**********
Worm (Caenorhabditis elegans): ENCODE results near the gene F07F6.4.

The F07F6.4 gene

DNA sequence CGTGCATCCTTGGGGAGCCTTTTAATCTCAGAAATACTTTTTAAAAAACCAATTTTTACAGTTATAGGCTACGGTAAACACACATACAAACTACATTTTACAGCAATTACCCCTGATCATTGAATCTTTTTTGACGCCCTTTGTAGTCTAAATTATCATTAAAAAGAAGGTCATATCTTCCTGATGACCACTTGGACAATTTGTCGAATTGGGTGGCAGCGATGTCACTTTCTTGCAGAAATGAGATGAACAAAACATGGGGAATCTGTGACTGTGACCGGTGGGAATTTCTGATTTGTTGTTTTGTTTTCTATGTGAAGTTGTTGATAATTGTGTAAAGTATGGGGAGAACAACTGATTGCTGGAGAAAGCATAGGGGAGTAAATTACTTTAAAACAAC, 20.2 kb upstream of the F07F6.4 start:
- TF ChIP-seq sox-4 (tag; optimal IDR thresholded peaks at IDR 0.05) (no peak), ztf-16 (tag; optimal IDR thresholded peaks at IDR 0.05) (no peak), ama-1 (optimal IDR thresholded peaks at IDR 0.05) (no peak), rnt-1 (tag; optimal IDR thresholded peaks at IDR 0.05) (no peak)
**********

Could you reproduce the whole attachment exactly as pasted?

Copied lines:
Worm (Caenorhabditis elegans): ENCODE results near the gene F07F6.4.

The F07F6.4 gene

DNA sequence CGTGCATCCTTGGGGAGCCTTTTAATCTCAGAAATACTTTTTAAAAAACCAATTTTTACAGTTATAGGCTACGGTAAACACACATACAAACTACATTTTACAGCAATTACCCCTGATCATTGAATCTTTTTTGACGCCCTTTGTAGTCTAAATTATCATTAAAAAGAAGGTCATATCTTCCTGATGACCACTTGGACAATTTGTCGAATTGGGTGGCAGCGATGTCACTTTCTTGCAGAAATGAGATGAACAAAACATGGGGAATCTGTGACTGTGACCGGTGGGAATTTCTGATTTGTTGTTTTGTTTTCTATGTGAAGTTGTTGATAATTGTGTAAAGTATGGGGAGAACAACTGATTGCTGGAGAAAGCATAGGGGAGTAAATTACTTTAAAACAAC, 20.2 kb upstream of the F07F6.4 start:
- TF ChIP-seq sox-4 (tag; optimal IDR thresholded peaks at IDR 0.05) (no peak), ztf-16 (tag; optimal IDR thresholded peaks at IDR 0.05) (no peak), ama-1 (optimal IDR thresholded peaks at IDR 0.05) (no peak), rnt-1 (tag; optimal IDR thresholded peaks at IDR 0.05) (no peak)